"Though the world was created all at once, it took the hero Kúwai several attempts to make the Hiwi people. First he made them out of clay, but the clay crumbled in the rain. He then tried wax, but the wax melted in the sun. Finally he made them out of hard wood, and a mythical rat gave them genitalia and the power of procreation. The Hiwi were given two souls – Yéthis and Húmpe. The first is invisible and leaves the body during sleep to appear in others’ dreams. The second soul travels to the home of Kúwai after death, where it lives amongst wealth and an abundance of food."


"It is said that the Hotï shamans can kill with a single breath. When provoked, they blow a magic powder, called madúa, into the air that causes sickness. The powder also protects them from the dangerous animals of the jungle. Yet the Hotï shamans also cure. They do this in curing sessions performed in complete silence, without singing, the playing of maracas, or the use of tobacco or other substances."


"Túpana, the Creator, descended from the world of the sky, reached into a hole at the center of the earth, and pulled men into being. When he saw that they were midgets, he blew through a tobacco leaf and made them big. Then, he taught them the ways of the world. The men did not appreciate his efforts and instead plotted to kill him. So Túpana created the goddess Yopinai, who gave women the power to enslave men."


"When the world began, the Creator, Kúwai-Séiri, lived in the region of the torrents of Ayarí with his wife and relatives. The Tsase fished, gathered wild fruit, and hunted. Kúwai-Séiri introduced them to agriculture and, above all, the bitter yucca. The Creator taught them how to plant this sacred food and how to turn it into cassava and manioc."


"In the land of the Wakuénai, there was a hole that contained every seed in existence. From this hole, the Creator Iñapirrikuli pulled out all living beings, including Indians and white men. He showed the Indians books and asked them if they wanted them. They answered no. He then showed them bows, arrows, canoes, and blowpipes, and immediately, they said yes. When he pulled out the white men and showed them books, they said yes. It was in this way that he brought each being into the world, asking them what they wanted to be. He gave the animals their colors and songs and thus created the world."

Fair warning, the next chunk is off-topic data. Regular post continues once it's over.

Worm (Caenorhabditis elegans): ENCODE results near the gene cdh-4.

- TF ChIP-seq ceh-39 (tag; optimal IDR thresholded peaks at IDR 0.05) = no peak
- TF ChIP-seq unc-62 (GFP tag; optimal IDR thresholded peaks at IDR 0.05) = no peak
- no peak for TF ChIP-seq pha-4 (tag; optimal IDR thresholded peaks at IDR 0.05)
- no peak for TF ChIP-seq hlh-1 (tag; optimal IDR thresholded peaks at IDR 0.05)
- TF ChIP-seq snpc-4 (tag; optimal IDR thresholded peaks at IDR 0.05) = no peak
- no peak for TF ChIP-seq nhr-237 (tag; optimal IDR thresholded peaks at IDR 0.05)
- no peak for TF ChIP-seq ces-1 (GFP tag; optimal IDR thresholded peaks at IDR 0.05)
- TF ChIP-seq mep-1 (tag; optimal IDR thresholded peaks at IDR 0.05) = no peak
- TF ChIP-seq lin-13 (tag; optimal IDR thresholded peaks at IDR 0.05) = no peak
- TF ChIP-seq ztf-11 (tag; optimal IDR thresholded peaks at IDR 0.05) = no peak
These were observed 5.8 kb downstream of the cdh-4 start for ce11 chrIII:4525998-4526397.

"Before Nápiruli created the world, the bee-men and the bird-men fought for control. Kuwai, the Creator, came to the human realm to bring order to chaos. He expanded the territories and gave light to the world. With the help of his relatives, he taught the Warekena about food, music, technology, daily life, religion, and the customs that distinguish the sexes."


"The moon dwelled in the body of a grand shaman. When he died, she was free to wander in space but instead returned to the earth to eat his incinerated bones. When the shaman’s relatives discovered this outrage, they attacked the moon with arrows but the arrows fell harmlessly to the earth. The moon tried to evade the arrows by hiding in the clouds, but at last one arrow penetrated, and her blood spilled to the earth. From the drops of her blood the Yanomami were born."

Ye>kuana / Makiritare

"In earlier times, men did not know fire. A woman named Kawao owned the fire. She would hide it in her stomach and would not show it to anyone, not even her husband. When she was alone, Kawao would turn herself into a frog, open her mouth, and spit the fire under her cooking pots. When her husband arrived, food was always ready. He would ask: How did you do it? And she would answer: I cooked the food under the sun. She tricked him, and he believed her. What she did not know was that when he left, he turned himself into a jaguar."

Timote-Cuica Caribay

Karin~a Twins

Pemon Makunaima Tree of life Great flood

Warao Origin of stars Owner of the sun

Wayuu / Wahiro Way of the dead Pulowi Kasipoluin Origin of fire


Central America


Q>eqc^i>'S+MARRIAGE.pdf [pdf]